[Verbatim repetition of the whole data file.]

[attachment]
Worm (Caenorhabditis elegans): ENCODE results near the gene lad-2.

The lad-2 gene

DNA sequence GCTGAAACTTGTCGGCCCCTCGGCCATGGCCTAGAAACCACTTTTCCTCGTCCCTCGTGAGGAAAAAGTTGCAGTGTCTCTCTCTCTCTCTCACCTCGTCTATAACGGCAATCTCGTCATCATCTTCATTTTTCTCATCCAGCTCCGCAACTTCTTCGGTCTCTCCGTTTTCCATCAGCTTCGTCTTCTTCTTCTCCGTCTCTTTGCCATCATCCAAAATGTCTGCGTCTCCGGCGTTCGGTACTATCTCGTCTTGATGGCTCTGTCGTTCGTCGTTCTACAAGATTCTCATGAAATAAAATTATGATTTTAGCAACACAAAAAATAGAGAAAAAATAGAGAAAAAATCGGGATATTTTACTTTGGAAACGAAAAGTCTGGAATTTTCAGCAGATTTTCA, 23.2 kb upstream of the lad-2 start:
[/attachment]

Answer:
Worm (Caenorhabditis elegans): ENCODE results near the gene lad-2.

The lad-2 gene

DNA sequence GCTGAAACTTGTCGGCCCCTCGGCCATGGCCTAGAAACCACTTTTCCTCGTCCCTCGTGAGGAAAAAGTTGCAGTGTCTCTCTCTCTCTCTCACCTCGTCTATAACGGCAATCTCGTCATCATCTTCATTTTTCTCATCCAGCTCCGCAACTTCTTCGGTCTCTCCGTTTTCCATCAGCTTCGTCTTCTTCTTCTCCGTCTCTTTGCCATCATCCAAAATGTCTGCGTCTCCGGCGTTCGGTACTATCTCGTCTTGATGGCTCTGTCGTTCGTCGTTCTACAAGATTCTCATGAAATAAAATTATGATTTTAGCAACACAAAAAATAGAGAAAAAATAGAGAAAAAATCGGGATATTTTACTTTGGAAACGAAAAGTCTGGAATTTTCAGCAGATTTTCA, 23.2 kb upstream of the lad-2 start: